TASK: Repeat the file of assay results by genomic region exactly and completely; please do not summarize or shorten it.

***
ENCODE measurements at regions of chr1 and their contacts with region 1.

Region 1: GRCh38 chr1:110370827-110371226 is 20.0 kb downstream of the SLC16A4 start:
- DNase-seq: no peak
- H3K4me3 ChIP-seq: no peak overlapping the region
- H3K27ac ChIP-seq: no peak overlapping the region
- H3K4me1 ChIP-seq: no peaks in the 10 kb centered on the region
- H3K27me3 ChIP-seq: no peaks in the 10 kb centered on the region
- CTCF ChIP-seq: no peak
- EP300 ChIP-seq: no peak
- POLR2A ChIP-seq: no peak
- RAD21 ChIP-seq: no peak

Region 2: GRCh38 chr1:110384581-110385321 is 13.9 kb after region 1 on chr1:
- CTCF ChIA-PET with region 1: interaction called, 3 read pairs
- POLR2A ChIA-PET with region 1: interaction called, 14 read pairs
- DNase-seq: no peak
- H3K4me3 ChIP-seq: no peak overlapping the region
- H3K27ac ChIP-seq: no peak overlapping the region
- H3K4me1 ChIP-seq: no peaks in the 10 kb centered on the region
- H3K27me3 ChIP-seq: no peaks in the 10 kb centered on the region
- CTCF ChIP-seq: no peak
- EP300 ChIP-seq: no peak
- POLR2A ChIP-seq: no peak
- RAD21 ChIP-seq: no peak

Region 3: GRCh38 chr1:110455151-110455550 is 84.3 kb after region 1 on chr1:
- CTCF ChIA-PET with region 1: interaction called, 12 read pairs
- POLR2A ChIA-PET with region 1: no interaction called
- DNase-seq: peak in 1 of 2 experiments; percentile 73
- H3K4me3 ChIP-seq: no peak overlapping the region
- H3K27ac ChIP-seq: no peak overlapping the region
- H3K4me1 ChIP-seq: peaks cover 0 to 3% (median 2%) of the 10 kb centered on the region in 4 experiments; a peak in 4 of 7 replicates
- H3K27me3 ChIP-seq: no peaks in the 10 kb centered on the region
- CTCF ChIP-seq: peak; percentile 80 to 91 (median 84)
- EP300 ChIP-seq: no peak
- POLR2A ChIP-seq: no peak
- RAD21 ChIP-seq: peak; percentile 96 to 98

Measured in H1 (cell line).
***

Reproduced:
ENCODE measurements at regions of chr1 and their contacts with region 1.

Region 1: GRCh38 chr1:110370827-110371226 is 20.0 kb downstream of the SLC16A4 start:
- DNase-seq: no peak
- H3K4me3 ChIP-seq: no peak overlapping the region
- H3K27ac ChIP-seq: no peak overlapping the region
- H3K4me1 ChIP-seq: no peaks in the 10 kb centered on the region
- H3K27me3 ChIP-seq: no peaks in the 10 kb centered on the region
- CTCF ChIP-seq: no peak
- EP300 ChIP-seq: no peak
- POLR2A ChIP-seq: no peak
- RAD21 ChIP-seq: no peak

Region 2: GRCh38 chr1:110384581-110385321 is 13.9 kb after region 1 on chr1:
- CTCF ChIA-PET with region 1: interaction called, 3 read pairs
- POLR2A ChIA-PET with region 1: interaction called, 14 read pairs
- DNase-seq: no peak
- H3K4me3 ChIP-seq: no peak overlapping the region
- H3K27ac ChIP-seq: no peak overlapping the region
- H3K4me1 ChIP-seq: no peaks in the 10 kb centered on the region
- H3K27me3 ChIP-seq: no peaks in the 10 kb centered on the region
- CTCF ChIP-seq: no peak
- EP300 ChIP-seq: no peak
- POLR2A ChIP-seq: no peak
- RAD21 ChIP-seq: no peak

Region 3: GRCh38 chr1:110455151-110455550 is 84.3 kb after region 1 on chr1:
- CTCF ChIA-PET with region 1: interaction called, 12 read pairs
- POLR2A ChIA-PET with region 1: no interaction called
- DNase-seq: peak in 1 of 2 experiments; percentile 73
- H3K4me3 ChIP-seq: no peak overlapping the region
- H3K27ac ChIP-seq: no peak overlapping the region
- H3K4me1 ChIP-seq: peaks cover 0 to 3% (median 2%) of the 10 kb centered on the region in 4 experiments; a peak in 4 of 7 replicates
- H3K27me3 ChIP-seq: no peaks in the 10 kb centered on the region
- CTCF ChIP-seq: peak; percentile 80 to 91 (median 84)
- EP300 ChIP-seq: no peak
- POLR2A ChIP-seq: no peak
- RAD21 ChIP-seq: peak; percentile 96 to 98

Measured in H1 (cell line).